NASA hopes that Curiosity rover's drill, which has been out of service since 2016, can return to functionality thanks to a potential new fix.
What Happened To Curiosity?
In 2012, NASA's Mars Curiosity rover arrived on Mars to study the planet's climate and geology. The rover was working just fine until 2016 when the drill stopped working because of a mechanical failure with the brake.
This incident in 2016 wasn't the first time that Curiosity experienced an issue. The hammering mechanism deteriorated within the first year of its mission. However, this second malfunction was bigger because it impacted the up and down motions. Without that working, the drill was not functional.
Testing Out The New Technique For The Drill
On May 19, NASA will test a new technique for the drill called Feed Extended Drill, or FED. This method relies on Curiosity's arm to be more active in the process so that the rotating drill can be pressed into rocks. The tests will be conducted on Mars on the actual rover.
NASA scientists are hopeful that this test will result in the restoration of Curiosity's drilling capabilities. If it does work, then Curiosity can continue to locate rock samples on Mars and analyze them.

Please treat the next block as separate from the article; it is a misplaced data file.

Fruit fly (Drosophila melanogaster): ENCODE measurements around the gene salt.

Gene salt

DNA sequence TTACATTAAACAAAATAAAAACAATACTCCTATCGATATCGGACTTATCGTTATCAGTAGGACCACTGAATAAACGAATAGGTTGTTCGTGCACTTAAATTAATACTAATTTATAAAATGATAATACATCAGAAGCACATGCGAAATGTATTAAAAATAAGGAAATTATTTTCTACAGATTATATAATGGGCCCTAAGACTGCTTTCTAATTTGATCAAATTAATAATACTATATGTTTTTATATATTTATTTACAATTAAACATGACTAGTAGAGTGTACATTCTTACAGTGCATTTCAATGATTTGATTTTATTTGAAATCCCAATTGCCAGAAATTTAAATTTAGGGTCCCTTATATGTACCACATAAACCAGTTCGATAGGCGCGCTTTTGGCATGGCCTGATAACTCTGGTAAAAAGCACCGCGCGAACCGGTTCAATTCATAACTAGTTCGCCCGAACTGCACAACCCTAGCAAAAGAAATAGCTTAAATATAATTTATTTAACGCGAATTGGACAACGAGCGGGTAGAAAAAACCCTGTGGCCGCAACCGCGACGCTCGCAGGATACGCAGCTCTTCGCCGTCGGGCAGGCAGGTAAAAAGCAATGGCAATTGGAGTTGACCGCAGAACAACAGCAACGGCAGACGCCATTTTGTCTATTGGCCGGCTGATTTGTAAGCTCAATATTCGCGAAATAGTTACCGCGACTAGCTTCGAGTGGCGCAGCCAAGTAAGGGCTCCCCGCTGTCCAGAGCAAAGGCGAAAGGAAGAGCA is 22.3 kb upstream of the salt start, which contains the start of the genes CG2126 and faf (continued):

In February 2018, NASA tested the FED technique on Curiosity. The tests failed to produce a quality rock sample. However, the test allowed researchers to determine what could be improved on the rover. After studying the data, researchers decided to add percussive drilling into the FED technique, which will hopefully allow Curiosity to get the job done.
"This is our next big test to restore drilling closer to the way it worked before," said Steven Lee, Curiosity deputy project manager. "Based on how it performs, we can fine-tune the process, trying things like increasing the amount of force we apply while drilling."
Future Implications Of The Drilling Test
If the May 19 tests are successful, then NASA can begin to restore Curiosity's full capacity. Researchers are already prepared for the next step in the process, which will involve moving the samples into Curiosity's internal laboratories without spilling them.
Even if the tests are not successful, researchers are working on ways to improve the drill's technique and performance. NASA wants Curiosity to continue to play a big role in gathering knowledge about Mars.
"Every layer of Mount Sharp reveals a chapter in Mars' history. Without the drill, our first pass through this layer was like skimming the chapter. Now we get a chance to read it in detail," said Curiosity Project Scientist Ashwin Vasavada.